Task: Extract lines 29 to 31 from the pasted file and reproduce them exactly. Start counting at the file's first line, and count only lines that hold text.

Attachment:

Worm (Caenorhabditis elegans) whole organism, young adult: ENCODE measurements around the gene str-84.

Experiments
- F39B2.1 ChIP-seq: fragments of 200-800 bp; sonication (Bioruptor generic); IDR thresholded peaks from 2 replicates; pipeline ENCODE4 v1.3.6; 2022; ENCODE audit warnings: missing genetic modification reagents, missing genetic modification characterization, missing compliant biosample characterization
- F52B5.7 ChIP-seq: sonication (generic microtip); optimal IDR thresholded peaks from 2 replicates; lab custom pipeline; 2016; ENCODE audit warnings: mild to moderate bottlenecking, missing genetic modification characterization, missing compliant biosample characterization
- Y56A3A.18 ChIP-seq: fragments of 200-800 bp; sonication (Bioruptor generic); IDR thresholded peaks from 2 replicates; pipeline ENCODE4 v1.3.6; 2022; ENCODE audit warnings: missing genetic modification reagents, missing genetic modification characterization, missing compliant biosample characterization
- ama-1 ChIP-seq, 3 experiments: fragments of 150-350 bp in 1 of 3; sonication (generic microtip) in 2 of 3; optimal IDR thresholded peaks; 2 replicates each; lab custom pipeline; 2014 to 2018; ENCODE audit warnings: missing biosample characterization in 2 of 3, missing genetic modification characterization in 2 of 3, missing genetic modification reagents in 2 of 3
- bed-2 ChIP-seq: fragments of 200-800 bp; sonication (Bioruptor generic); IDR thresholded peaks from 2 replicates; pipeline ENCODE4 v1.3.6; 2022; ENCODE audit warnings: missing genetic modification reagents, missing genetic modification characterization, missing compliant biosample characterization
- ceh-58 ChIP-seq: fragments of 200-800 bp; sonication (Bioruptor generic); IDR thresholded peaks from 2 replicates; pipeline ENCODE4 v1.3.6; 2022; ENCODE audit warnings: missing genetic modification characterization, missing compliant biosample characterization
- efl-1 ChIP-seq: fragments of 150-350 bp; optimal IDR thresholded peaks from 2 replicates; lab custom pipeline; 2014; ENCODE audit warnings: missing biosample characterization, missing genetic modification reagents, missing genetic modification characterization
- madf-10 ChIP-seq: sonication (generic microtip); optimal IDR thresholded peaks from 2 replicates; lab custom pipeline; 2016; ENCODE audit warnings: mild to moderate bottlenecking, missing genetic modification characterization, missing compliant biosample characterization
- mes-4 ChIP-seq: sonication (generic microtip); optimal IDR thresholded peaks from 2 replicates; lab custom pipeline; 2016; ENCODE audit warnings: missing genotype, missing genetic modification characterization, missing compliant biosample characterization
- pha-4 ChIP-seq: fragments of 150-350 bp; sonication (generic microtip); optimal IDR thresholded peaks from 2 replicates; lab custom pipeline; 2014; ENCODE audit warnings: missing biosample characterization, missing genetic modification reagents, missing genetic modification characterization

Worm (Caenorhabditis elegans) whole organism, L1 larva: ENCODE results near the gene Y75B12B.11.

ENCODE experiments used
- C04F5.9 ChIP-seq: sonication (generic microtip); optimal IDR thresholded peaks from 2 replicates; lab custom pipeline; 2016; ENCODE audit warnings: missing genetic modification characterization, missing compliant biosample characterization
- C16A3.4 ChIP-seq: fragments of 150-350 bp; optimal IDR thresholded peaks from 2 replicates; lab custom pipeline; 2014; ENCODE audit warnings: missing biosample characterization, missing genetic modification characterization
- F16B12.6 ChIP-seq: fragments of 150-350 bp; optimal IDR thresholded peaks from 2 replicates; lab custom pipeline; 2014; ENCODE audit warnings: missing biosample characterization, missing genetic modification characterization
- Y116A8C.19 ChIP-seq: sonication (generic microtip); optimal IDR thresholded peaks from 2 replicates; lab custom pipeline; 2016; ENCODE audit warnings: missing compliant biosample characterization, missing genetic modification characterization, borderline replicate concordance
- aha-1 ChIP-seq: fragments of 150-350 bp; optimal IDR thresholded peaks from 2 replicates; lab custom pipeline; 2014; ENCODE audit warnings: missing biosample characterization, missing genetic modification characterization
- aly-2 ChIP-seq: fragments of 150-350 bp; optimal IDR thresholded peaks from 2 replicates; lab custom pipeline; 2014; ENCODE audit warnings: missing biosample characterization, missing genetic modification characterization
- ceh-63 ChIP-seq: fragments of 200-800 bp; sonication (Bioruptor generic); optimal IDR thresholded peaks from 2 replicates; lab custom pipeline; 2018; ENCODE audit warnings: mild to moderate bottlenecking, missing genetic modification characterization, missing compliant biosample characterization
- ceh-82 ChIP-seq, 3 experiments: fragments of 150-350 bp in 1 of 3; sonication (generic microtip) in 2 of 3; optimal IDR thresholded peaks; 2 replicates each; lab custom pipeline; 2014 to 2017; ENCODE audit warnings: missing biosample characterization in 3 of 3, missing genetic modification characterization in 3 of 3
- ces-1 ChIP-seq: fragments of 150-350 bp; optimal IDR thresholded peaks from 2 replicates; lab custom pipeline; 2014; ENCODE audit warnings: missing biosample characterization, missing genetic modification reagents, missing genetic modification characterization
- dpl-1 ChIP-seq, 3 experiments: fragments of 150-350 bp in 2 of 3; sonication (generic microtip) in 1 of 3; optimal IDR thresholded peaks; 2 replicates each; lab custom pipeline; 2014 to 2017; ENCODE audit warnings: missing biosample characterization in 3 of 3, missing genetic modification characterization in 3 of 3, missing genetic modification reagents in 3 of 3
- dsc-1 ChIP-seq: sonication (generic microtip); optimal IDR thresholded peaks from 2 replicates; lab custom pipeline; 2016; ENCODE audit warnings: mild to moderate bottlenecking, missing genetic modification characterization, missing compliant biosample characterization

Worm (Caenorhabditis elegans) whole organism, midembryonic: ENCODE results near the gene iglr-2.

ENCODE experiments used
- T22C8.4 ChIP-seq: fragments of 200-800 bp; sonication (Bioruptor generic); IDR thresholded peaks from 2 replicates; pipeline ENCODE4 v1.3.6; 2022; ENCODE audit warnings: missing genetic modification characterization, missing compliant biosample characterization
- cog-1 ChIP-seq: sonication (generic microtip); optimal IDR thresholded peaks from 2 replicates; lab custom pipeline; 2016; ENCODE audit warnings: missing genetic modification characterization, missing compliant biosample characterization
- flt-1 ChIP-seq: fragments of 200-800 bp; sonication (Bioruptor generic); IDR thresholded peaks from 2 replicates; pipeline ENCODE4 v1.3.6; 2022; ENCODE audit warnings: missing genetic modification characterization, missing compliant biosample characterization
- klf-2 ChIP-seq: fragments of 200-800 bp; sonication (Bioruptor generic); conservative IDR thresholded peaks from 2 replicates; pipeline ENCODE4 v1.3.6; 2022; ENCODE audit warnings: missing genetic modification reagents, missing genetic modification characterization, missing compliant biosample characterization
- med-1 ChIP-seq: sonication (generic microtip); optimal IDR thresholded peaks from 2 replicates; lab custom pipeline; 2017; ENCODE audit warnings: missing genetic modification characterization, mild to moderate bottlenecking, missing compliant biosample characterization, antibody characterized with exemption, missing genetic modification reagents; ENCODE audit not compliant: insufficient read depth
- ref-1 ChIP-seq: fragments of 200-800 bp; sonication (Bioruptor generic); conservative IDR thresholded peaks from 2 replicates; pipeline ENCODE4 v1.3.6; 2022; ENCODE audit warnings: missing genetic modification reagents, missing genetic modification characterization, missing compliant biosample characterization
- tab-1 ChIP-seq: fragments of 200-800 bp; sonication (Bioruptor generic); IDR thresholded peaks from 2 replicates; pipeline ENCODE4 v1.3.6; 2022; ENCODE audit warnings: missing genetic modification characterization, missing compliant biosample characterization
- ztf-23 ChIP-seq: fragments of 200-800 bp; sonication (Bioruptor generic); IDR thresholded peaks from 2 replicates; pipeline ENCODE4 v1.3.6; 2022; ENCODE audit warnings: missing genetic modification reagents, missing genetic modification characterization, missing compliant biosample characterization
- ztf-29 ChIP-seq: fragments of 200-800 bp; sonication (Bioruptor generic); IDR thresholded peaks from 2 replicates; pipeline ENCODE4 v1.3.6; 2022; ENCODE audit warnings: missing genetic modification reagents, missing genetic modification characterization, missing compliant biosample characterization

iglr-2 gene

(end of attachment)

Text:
- cog-1 ChIP-seq: sonication (generic microtip); optimal IDR thresholded peaks from 2 replicates; lab custom pipeline; 2016; ENCODE audit warnings: missing genetic modification characterization, missing compliant biosample characterization
- flt-1 ChIP-seq: fragments of 200-800 bp; sonication (Bioruptor generic); IDR thresholded peaks from 2 replicates; pipeline ENCODE4 v1.3.6; 2022; ENCODE audit warnings: missing genetic modification characterization, missing compliant biosample characterization
- klf-2 ChIP-seq: fragments of 200-800 bp; sonication (Bioruptor generic); conservative IDR thresholded peaks from 2 replicates; pipeline ENCODE4 v1.3.6; 2022; ENCODE audit warnings: missing genetic modification reagents, missing genetic modification characterization, missing compliant biosample characterization